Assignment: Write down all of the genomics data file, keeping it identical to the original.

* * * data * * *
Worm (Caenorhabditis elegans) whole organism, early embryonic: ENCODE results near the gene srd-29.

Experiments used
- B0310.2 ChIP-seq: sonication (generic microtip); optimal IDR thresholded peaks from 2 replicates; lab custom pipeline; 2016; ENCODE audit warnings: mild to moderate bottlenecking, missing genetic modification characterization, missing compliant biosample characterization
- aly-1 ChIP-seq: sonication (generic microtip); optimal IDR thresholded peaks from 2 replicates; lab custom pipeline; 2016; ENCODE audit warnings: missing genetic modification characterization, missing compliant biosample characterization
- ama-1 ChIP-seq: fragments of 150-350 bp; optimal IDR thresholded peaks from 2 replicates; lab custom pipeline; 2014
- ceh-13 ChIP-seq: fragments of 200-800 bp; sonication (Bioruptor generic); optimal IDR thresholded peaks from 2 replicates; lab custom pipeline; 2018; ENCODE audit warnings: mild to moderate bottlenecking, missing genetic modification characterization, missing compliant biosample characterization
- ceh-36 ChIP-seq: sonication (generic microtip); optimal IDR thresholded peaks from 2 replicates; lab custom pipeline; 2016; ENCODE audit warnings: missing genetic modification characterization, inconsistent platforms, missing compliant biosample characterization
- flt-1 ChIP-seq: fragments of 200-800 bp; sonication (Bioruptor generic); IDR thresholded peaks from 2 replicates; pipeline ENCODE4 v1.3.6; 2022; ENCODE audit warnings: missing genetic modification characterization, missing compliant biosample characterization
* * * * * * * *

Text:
Worm (Caenorhabditis elegans) whole organism, early embryonic: ENCODE results near the gene srd-29.

Experiments used
- B0310.2 ChIP-seq: sonication (generic microtip); optimal IDR thresholded peaks from 2 replicates; lab custom pipeline; 2016; ENCODE audit warnings: mild to moderate bottlenecking, missing genetic modification characterization, missing compliant biosample characterization
- aly-1 ChIP-seq: sonication (generic microtip); optimal IDR thresholded peaks from 2 replicates; lab custom pipeline; 2016; ENCODE audit warnings: missing genetic modification characterization, missing compliant biosample characterization
- ama-1 ChIP-seq: fragments of 150-350 bp; optimal IDR thresholded peaks from 2 replicates; lab custom pipeline; 2014
- ceh-13 ChIP-seq: fragments of 200-800 bp; sonication (Bioruptor generic); optimal IDR thresholded peaks from 2 replicates; lab custom pipeline; 2018; ENCODE audit warnings: mild to moderate bottlenecking, missing genetic modification characterization, missing compliant biosample characterization
- ceh-36 ChIP-seq: sonication (generic microtip); optimal IDR thresholded peaks from 2 replicates; lab custom pipeline; 2016; ENCODE audit warnings: missing genetic modification characterization, inconsistent platforms, missing compliant biosample characterization
- flt-1 ChIP-seq: fragments of 200-800 bp; sonication (Bioruptor generic); IDR thresholded peaks from 2 replicates; pipeline ENCODE4 v1.3.6; 2022; ENCODE audit warnings: missing genetic modification characterization, missing compliant biosample characterization